Articles related to Michael Ruffin


What Would Ethical Biopsies of Christianity, U.S. Reveal?
What Would Ethical Biopsies of Christianity, U.S. Reveal?

By: Michael Ruffin
A biopsy can be scary. However, if we don't allow doctors to perform a biopsy, they may end up doing an autopsy. Perhaps it's time for overdue biopsies on the state of Christianity and our nation.

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Why You Need to Support a Free Press
Why You Need to Support a Free Press

By: Michael Ruffin
We should support a free press around the world and in our own nation, where there is growing concern for the safety of journalists. A free press is necessary to our democracy.

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Profiles in Goodwill: Michael Ruffin
Profiles in Goodwill: Michael Ruffin

By: EthicsDaily Staff
Michael Ruffin is curriculum editor with Smyth & Helwys Publishing in Macon, Georgia.

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4 Ways Your Church Can Support Public Education
4 Ways Your Church Can Support Public Education

By: Michael Ruffin
Public education is available to any student regardless of race, gender or socioeconomic status. We need to support our public schools in every way we can. Here are 4 ways your church can start.

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Why You Should Give Up Your Rights for the Gospel
Why You Should Give Up Your Rights for the Gospel

By: Michael Ruffin
For those of us who are U.S. citizens, we insist on and demand our rights, but the Christian way is the way of love. And sometimes we show love by not insisting on our own rights.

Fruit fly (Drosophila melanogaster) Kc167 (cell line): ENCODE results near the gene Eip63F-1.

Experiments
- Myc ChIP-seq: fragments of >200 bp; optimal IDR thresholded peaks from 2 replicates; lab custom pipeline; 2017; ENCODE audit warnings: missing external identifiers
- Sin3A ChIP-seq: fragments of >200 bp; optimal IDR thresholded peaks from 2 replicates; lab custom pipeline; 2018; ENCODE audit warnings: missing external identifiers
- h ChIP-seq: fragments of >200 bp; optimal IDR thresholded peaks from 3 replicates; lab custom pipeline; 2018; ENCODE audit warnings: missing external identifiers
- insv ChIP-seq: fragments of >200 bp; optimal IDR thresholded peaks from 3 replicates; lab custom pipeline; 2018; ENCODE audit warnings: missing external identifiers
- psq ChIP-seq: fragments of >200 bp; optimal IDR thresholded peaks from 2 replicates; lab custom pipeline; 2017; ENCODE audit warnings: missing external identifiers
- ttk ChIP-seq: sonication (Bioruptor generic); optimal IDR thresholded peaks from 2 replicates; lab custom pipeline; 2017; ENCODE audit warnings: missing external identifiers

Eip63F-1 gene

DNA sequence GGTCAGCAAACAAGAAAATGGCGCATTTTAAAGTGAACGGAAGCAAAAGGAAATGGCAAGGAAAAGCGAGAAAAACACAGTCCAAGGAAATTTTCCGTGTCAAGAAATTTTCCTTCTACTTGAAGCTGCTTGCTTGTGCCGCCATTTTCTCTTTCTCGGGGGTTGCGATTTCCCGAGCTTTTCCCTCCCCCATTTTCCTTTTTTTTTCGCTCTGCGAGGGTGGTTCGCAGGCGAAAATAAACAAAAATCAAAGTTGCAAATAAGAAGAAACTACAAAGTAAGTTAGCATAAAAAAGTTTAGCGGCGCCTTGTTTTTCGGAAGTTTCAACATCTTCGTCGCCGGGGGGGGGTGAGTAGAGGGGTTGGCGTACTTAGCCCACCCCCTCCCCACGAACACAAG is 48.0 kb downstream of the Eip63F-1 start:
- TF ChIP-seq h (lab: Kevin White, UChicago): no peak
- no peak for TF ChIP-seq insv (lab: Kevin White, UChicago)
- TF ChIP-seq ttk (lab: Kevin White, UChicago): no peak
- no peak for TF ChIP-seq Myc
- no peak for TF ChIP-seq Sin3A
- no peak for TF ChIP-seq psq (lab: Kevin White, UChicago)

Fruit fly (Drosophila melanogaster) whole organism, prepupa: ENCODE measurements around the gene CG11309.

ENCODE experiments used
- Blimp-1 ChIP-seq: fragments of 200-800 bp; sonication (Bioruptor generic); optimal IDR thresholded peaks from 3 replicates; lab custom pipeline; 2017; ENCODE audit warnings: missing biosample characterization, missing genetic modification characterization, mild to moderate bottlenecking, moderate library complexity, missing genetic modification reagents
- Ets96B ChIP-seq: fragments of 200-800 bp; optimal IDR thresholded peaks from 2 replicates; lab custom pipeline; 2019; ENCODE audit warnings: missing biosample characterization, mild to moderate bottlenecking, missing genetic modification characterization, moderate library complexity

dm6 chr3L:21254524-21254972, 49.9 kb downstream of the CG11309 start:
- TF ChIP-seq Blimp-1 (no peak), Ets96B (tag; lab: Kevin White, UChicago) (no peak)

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Our Nation's Solutions Rest in Middle, Not Extremes
Our Nation's Solutions Rest in Middle, Not Extremes

By: Michael Ruffin
In our current state of politics, the middle has mostly disappeared. To get back on track, our leaders must be willing to make compromises. They must search for solutions in the middle, not the extremes.

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What Astronauts Can Teach All of Us About Big Picture
What Astronauts Can Teach All of Us About Big Picture

By: Michael Ruffin
Astronauts have a unique perspective. They've seen the Earth from space, where all the things that divide us aren't visible. If only the rest of us could see the world and its people as one.

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Reciting Pledges While Not Living By Their Words
Reciting Pledges While Not Living By Their Words

By: Michael Ruffin
Christians pledge their allegiance to the Bible, the Christian flag and the U.S. flag. However, many who recite these pledges and expect others to do the same don't always live by the words of those pledges. Ironic, isn't it?

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What It Means If You Truly Love Your Neighbors
What It Means If You Truly Love Your Neighbors

By: Michael Ruffin
Living in community means we take a certain amount of responsibility for each other. If we truly want the best for others, we must help each other see the ways in which we are not living up to our potential.

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National Strength Found in Unity and Diversity of Language
National Strength Found in Unity and Diversity of Language
By: Michael Ruffin
The Coca-Cola Super Bowl ad caused quite a kerfuffle. While I believe people living here should want to learn to speak English, our nation is truly beautiful when we gladly embrace our diversity.
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Why You Should Be Glad Easter's Always Moving
Why You Should Be Glad Easter's Always Moving
Easter Sunday is observed on the first Sunday after the full moon that falls on or after March 21. While we don't control Easter, it should control the way we view and live our lives.
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When We Need Balm, Why Do We Choose Bombs?
When We Need Balm, Why Do We Choose Bombs?
When we are hurt and broken, we sometimes refuse to turn to the healing and wholeness God offers. The choice is simple: the Lord's balm or our bombs.
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 Skype Interview: Michael Ruffin Discusses Blogging Prayers
Skype Interview: Michael Ruffin Discusses Blogging Prayers